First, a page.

Standardization in teaching, though with some variation, has been around since the late 1800s. This is the model that we are all familiar with – the teacher is the master of the classroom, and she/he teaches a selected curriculum to all students at the same time, often frustratingly trying to help the slower students to catch up and challenge the advanced students to race further ahead. Technology is changing this approach, and in the future things will be radically different.
Because technology is developing at a geometric, rather than linear, pace, predicting its specific integration and uses in future education is at least a bit iffy. However, these two authors, give us an imaginative example of a future classroom where, for example, students are learning Mandarin Chinese grammar, using noise-canceling headphones and laptop computers. One student connects remotely with a brick mason and helps him construct a sentence brick by brick in much the same way he would construct a wall. Virtual bricks are color-coded with words on them and when assembled in the correct sentence order, the English words change to phonetic Mandarin, and the two learners read the results together, working on proper pronunciation and tones. (One could suppose that if this student were working with a manicurist, then the words could be written on computer representations of fingernails and toenails.) The point here is that people learn in different ways, and elsewhere in the classroom, the software program might use the more typical and ancient rote method by speaking and repeating the words. The gist of all this is that the learning process should be tailored to the individual student’s most efficient way of learning. The teacher’s responsibility is to “float” around the classroom (which would be welcomed relief to her feet) and function more as a monitor than instructor.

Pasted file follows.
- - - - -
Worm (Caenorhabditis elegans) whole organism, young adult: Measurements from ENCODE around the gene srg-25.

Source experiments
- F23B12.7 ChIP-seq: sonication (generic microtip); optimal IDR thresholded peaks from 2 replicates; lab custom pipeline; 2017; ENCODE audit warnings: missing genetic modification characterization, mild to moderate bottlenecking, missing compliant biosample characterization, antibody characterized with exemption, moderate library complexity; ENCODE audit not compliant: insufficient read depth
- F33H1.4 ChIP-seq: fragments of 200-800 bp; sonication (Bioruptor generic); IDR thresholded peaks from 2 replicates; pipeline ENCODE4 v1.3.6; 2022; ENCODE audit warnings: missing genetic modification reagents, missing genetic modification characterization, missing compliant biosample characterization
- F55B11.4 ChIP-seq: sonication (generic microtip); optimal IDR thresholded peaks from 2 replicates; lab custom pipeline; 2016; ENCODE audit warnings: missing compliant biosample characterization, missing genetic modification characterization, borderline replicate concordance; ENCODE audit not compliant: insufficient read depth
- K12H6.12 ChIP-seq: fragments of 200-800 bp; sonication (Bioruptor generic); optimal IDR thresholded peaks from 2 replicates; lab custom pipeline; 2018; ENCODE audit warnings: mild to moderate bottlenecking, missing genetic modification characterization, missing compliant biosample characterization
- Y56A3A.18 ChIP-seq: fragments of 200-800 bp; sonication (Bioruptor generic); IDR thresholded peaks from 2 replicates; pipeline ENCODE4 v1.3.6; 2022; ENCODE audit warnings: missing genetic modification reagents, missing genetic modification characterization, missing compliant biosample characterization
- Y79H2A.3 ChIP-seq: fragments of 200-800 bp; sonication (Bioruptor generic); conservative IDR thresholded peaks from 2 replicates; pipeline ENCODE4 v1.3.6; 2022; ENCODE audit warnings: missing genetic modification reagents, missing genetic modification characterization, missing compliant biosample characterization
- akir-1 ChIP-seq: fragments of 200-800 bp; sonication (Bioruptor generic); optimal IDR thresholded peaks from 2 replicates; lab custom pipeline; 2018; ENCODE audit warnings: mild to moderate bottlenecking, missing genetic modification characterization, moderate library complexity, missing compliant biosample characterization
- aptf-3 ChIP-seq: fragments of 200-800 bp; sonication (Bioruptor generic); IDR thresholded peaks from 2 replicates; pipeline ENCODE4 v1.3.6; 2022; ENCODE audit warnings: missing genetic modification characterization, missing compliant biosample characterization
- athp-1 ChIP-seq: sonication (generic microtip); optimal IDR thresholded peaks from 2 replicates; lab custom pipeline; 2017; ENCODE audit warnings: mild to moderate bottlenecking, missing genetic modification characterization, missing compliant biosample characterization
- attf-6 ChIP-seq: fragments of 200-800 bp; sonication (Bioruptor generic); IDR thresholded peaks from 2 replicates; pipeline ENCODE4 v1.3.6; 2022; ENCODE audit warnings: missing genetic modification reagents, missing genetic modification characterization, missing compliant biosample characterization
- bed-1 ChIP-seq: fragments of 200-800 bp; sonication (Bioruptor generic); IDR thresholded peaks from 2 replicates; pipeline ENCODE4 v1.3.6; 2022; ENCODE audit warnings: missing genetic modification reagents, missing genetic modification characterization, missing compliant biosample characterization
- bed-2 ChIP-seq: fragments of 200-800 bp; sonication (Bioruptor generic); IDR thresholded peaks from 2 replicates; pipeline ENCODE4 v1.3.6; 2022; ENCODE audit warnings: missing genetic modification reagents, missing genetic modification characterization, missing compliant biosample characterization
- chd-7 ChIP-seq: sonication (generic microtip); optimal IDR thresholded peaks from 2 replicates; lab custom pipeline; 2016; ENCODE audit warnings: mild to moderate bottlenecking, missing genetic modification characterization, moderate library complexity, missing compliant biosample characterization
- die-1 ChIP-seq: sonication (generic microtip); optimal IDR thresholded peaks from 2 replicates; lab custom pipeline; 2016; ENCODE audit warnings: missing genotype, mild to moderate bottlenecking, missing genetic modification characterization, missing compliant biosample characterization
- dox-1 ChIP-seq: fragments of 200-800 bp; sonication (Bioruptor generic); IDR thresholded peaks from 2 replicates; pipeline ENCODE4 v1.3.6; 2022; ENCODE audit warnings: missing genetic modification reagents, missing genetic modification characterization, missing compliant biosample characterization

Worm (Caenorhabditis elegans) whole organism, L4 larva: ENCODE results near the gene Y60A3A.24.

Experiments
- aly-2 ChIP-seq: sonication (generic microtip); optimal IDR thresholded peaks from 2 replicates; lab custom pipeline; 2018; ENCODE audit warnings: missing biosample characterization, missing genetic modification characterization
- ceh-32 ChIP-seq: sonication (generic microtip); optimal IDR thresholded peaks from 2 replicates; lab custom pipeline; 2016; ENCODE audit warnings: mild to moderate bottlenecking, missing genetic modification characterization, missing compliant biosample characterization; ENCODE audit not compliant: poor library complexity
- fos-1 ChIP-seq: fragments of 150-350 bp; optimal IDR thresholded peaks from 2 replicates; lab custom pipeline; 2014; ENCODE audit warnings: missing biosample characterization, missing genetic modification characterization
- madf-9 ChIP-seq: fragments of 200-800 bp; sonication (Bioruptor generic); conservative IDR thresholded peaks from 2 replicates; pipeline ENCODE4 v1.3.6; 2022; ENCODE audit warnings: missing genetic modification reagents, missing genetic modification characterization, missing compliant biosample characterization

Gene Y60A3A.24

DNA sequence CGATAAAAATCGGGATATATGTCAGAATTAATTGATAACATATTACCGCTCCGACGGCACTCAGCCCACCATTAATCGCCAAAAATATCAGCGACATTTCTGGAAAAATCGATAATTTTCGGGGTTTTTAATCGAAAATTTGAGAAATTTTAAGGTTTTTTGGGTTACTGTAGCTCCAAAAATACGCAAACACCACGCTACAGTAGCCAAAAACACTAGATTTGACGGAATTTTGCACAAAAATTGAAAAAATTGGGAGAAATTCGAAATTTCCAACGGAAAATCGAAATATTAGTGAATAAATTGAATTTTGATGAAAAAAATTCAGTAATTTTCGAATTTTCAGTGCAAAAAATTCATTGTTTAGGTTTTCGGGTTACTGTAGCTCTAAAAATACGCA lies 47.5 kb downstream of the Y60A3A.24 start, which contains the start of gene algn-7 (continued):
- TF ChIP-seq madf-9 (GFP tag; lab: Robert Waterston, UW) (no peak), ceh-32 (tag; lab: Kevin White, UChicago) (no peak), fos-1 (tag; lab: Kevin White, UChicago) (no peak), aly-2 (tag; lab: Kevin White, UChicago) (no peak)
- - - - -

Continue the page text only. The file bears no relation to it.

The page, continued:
The term “disruptive innovation” could be considered a misnomer, as there seems to be little disruption involved. To me it seems more supplemental in its effects. The authors note that the tendency is for advanced technology to be “crammed” into the existing classroom model – more computers at the back of the class, the establishment of computer labs, bigger, brighter white boards, etc. “Disruptive innovation” means providing technology for learning where no alternatives exist, not merely tweaking education methods already employed. Many schools are simply unable to offer what many students need. Remedial courses, courses that students must repeat in order to graduate, tutoring, home-schooled students, the educational needs of migrant workers’ children and other students whose life situations or health prevent them from attending school regularly and of course providing unlimited challenges for the brilliant students whose hunger for learning and knowledge cannot be met adequately in the classroom – all this hopefully can and will be addressed by the firestorm that educational technology is becoming.